MRC hires headhunting agency

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Justin Prest

MRC PONTIAC – Council recently approved the hiring of PVRH Recrutement to fill two positions – a director and a technician – in the property assessment department, which establishes the value of properties for municipal tax purposes. The firm will charge a fee equivalent to 22% of the first-year salary of
each position, a one-time bonus of $25,000, and will provide a guarantee of 6 months for each position.

According to Warden Jane Toller, the search for a director of the property assessment department will mark the first time the MRC has used a recruitment agency. “Usually, we hire and interview at the MRC, using a selection and HR committee made up of 5 mayors, the director-general, and the head of HR,” Toller explained. “It is an important in-house position, and we want to go out and find the best possible candidate.

Locals with the specific experience we need are encouraged to apply.”

It can, at times, be a difficult department. “It’s challenging and we’ve had difficulty keeping people [evaluators/inspectors]. The position can be difficult because it often requires evening and weekend
in-person calls to homes,” she added.

The warden expressed a need to stabilize the evaluation team. Therefore, the MRC is looking for “a director with experience, preferably from another region within Quebec, where they’ve already been doing this work.” The MRC intends to set a target for the number of calls to be made each week and believes it essential “to have someone who will motivate [the team]. We have some catching up to do due to COVID-19,” said Toller.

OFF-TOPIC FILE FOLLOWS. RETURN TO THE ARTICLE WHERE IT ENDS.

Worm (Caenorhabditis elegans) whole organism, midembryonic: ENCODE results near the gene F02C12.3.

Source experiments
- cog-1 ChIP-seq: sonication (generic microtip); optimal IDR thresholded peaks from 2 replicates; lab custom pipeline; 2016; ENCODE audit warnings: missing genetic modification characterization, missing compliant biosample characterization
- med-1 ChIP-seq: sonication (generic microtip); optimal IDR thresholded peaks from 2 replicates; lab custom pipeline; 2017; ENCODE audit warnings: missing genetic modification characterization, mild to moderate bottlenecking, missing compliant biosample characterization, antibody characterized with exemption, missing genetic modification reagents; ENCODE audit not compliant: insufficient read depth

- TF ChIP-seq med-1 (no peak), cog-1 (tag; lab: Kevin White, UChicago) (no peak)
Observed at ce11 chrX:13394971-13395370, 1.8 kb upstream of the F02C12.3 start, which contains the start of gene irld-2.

“Yes, I found it expensive,” said Shawville mayor, Bill McCleary. But this is one of the biggest services that the MRC does for the municipalities, and I don’t think we had many options. There have been new homes built, with no evaluations done, so the municipality is only collecting taxes on the lot, not the building. This was a last resort solution, because we need these evaluations done.”

When someone purchases a home, the MRC wants an up-to-date evaluation, because the value could have increased drastically. Legally there can be up to six years between evaluations, but the preferred time should be closer to three years.

Toller said she has encouraged mayors and municipalities to examine their budget and “to hold off a bit, should they determine a need for tax increases.” With property values rising, often more than inflation, the MRC and its municipalities will have increased revenues, anyway. When asked about those who might not be able to afford their taxes after a post-COVID-19 property assessment, the warden explained that the mayors “haven’t yet had the opportunity to sit down and talk about taxes.”